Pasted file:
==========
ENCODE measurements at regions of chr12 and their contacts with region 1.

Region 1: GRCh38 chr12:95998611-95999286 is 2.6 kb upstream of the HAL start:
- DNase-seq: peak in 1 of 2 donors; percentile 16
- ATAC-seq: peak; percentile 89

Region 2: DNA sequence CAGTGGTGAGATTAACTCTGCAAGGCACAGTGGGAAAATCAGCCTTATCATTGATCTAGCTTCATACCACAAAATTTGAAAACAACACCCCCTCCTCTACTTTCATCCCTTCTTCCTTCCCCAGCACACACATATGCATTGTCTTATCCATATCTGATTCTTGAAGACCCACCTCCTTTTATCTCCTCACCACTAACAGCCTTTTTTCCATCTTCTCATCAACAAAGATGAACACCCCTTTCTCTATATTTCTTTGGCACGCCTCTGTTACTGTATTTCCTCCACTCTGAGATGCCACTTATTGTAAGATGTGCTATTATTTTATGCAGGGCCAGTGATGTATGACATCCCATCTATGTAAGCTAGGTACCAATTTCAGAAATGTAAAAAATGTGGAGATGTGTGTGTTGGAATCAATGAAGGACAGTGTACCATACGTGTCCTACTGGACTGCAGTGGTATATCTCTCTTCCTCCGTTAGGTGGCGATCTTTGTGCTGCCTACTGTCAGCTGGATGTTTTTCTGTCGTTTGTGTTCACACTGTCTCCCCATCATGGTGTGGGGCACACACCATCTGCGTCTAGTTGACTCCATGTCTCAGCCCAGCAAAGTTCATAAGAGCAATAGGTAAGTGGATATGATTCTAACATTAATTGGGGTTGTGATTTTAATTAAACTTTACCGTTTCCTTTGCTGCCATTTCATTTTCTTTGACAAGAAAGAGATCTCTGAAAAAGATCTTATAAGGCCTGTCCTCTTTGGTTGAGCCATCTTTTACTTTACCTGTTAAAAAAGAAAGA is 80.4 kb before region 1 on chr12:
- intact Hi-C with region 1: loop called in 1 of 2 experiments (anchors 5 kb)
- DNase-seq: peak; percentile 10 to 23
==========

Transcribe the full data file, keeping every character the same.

ENCODE measurements at regions of chr12 and their contacts with region 1.

Region 1: GRCh38 chr12:95998611-95999286 is 2.6 kb upstream of the HAL start:
- DNase-seq: peak in 1 of 2 donors; percentile 16
- ATAC-seq: peak; percentile 89

Region 2: DNA sequence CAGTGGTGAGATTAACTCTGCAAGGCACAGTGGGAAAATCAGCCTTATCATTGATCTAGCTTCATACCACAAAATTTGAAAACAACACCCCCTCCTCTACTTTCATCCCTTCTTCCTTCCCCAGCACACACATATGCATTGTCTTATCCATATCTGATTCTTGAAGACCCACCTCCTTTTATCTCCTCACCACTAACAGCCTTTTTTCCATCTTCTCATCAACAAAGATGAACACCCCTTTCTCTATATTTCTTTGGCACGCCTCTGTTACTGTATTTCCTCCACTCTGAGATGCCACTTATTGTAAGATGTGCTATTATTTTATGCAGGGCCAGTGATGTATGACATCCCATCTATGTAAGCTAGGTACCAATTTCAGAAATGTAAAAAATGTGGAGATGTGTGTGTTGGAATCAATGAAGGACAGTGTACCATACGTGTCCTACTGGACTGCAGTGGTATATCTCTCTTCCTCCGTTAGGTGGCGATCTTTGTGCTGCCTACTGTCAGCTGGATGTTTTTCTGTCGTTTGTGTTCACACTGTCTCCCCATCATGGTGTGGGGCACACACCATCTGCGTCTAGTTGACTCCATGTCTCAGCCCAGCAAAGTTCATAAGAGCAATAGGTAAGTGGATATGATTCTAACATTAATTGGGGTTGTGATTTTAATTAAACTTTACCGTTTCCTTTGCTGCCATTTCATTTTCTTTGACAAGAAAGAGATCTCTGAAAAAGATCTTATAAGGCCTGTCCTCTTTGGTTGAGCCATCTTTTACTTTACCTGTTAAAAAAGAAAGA is 80.4 kb before region 1 on chr12:
- intact Hi-C with region 1: loop called in 1 of 2 experiments (anchors 5 kb)
- DNase-seq: peak; percentile 10 to 23